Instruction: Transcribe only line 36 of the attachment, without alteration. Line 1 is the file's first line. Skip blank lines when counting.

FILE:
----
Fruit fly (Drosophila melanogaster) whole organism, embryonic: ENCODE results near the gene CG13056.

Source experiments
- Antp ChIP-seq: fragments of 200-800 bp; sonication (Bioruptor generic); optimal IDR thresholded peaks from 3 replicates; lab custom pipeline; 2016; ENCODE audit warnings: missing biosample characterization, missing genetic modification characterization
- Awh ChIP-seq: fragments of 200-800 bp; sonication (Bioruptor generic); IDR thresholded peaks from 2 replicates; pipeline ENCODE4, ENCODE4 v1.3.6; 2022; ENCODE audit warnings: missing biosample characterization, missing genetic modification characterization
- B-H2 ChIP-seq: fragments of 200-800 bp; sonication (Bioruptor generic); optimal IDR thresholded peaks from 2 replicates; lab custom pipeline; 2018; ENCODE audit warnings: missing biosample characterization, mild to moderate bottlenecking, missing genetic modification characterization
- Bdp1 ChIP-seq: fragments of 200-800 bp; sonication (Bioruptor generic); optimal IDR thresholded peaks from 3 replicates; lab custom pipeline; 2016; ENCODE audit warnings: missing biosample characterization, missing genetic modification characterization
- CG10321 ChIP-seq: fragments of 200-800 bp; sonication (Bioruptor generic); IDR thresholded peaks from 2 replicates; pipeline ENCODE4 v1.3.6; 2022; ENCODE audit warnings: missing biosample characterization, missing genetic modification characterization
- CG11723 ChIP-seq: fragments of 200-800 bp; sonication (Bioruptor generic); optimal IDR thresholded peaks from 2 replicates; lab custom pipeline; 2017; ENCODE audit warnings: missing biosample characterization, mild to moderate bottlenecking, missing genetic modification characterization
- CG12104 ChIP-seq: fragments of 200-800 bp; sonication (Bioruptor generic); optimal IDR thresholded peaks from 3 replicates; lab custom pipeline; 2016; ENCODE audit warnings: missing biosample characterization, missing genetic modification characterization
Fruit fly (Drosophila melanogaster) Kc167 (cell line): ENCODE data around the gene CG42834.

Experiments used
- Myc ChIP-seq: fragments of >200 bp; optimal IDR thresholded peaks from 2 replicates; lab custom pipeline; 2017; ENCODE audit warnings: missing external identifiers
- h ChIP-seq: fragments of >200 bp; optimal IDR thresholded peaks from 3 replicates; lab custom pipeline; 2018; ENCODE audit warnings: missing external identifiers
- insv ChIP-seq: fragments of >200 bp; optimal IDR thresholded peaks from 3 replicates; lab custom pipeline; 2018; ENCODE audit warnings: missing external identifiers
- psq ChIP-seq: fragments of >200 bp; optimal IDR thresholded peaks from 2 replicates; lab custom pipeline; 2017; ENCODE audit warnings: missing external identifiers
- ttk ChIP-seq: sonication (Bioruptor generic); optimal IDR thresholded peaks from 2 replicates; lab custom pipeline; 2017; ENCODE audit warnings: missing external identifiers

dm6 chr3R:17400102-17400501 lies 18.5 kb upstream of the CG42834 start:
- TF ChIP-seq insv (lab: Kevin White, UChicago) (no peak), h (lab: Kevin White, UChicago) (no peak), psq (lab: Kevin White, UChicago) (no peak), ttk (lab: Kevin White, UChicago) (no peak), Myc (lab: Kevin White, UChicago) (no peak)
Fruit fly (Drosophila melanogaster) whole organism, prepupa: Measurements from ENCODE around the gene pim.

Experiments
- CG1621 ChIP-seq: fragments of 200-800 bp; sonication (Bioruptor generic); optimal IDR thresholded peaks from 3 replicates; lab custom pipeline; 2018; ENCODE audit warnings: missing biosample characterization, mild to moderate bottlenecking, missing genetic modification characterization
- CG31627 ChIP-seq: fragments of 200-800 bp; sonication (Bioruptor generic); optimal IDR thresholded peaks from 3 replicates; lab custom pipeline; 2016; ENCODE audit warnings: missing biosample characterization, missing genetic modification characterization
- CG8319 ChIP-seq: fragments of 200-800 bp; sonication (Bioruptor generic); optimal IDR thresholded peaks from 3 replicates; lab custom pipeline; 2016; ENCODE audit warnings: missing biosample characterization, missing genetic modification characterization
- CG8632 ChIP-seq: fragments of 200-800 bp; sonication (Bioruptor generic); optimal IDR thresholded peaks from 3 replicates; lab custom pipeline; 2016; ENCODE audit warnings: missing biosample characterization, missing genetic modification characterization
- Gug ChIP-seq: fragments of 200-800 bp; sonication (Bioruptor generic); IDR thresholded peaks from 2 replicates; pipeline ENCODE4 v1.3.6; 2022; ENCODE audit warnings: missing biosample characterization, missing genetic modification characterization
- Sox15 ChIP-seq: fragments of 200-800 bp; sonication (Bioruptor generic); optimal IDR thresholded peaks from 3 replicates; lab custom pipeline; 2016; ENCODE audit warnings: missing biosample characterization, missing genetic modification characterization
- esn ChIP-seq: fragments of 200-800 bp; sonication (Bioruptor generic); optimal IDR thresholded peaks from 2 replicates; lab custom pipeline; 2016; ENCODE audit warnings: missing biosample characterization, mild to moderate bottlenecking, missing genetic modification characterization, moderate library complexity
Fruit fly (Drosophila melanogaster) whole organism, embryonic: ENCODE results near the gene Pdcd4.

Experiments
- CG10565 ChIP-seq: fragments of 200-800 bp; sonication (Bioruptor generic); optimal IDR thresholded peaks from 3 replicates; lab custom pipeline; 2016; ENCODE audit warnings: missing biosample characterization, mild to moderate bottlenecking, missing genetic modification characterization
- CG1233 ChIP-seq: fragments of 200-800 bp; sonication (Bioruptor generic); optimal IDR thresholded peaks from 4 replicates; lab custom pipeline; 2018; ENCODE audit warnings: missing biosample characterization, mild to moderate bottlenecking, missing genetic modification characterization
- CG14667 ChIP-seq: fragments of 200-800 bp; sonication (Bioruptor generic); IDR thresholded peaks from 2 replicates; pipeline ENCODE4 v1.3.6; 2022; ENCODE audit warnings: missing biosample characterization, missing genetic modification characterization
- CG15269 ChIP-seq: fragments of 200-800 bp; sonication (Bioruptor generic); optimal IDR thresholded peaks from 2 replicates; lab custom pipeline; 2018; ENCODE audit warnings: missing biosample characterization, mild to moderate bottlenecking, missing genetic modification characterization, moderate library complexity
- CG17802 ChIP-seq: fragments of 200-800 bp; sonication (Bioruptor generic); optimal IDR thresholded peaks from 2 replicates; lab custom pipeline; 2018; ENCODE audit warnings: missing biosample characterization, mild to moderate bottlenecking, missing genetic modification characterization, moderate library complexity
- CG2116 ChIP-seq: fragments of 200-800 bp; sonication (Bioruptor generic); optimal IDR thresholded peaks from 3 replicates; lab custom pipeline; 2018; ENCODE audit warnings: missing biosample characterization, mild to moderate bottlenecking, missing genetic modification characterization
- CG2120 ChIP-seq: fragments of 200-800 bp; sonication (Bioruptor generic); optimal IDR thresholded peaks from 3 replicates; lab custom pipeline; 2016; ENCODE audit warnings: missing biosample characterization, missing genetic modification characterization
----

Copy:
- CG2120 ChIP-seq: fragments of 200-800 bp; sonication (Bioruptor generic); optimal IDR thresholded peaks from 3 replicates; lab custom pipeline; 2016; ENCODE audit warnings: missing biosample characterization, missing genetic modification characterization